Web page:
Conditions in Gaza are daily news in the Arab media and Egypt is coming under pressure to open its border with Gaza. British Ministers may protest about the border closures, but the whole world community is complicit with the policy of punishing Palestinians for having elected Hamas.

There is no defence for Hamas’ use of rockets against Israeli civilian targets. Making Israeli children cower in concrete shelters is not “resistance.”

But nor can one justify the policy of keeping 1.5 million Palestinians on life support and then turning the ventilator off from time to time. Even less should it be tolerated by the incoming Obama administration. One cannot point, as Dennis Ross has done, to the dangers of Gaza becoming a failed state, while supporting policies which ensure the state continues to fail.

Keeping Gaza perched on the verge of a humanitarian catastrophe should not appeal to a U.S. President who intends to use his middle name to reach out to the Arab world. — © Guardian Newspapers Limited, 2008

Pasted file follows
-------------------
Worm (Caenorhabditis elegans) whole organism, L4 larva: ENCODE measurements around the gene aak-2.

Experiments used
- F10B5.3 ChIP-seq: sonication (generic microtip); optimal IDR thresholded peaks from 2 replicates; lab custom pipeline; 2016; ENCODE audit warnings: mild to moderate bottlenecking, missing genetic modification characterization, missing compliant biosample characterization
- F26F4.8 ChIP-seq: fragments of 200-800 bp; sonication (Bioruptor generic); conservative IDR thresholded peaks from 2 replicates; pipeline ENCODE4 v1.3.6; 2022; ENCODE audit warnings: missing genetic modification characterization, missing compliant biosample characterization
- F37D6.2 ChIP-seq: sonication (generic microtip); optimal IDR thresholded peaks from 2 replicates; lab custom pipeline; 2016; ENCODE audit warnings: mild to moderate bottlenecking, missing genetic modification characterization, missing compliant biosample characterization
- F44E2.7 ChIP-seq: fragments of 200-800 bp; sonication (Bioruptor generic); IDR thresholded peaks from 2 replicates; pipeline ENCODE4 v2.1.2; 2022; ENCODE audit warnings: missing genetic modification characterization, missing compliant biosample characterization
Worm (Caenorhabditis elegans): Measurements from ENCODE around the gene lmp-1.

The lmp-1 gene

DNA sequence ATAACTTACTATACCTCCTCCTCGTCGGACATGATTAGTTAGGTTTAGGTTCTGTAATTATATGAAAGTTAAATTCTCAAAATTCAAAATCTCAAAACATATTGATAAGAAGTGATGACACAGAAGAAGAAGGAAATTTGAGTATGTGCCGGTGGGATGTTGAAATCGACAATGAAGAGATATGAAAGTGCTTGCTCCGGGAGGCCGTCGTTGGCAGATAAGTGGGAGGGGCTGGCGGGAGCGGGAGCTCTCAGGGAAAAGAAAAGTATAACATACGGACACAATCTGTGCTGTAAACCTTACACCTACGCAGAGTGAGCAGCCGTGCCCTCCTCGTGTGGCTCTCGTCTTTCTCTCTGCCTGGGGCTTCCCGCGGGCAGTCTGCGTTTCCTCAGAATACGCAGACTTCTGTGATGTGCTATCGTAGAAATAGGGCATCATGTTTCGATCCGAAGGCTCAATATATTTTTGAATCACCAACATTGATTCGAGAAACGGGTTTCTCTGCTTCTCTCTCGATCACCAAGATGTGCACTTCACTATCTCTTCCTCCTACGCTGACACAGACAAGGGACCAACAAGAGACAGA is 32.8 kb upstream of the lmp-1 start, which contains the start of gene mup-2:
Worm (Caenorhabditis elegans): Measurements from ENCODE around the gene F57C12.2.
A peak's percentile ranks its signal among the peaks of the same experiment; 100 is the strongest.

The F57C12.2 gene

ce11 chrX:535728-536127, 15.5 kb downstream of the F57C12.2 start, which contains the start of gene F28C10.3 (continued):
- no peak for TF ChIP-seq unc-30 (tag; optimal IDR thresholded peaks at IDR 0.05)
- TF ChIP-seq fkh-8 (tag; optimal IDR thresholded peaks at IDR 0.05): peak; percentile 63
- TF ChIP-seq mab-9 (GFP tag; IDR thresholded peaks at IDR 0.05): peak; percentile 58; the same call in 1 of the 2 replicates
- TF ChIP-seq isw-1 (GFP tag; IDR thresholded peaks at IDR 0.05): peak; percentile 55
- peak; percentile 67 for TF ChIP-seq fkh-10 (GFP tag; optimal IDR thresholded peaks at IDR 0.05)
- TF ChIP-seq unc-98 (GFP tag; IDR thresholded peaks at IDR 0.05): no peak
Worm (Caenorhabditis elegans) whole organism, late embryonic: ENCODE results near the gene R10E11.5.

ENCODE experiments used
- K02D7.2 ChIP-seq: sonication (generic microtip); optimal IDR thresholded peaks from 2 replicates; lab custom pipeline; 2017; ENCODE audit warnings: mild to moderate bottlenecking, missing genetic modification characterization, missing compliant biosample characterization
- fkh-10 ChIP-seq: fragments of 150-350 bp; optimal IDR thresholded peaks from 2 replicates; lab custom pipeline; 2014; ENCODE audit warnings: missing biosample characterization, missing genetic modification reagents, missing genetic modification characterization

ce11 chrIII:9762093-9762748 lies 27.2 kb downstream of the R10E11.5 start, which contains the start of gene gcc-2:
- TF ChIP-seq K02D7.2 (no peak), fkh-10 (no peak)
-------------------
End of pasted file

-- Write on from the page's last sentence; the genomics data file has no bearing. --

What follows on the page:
End of Article

It seems to me that if any Palestinian is breathing or eating even a scrap, he is well fed in your point of view. How callous.

January 7th, 2010, 8:06 am

 

Off the Wall said:

Amir
What they hate about Ajami, is that one of them (an Arab) tells them
the ugly truths in their ugly faces.

Notwithstanding the numerous successful debunks of Ajami’s self important diatribes, let me rephrase your sentence, but with minor change, because calling a whole people ugly faces is racist and uncivilized.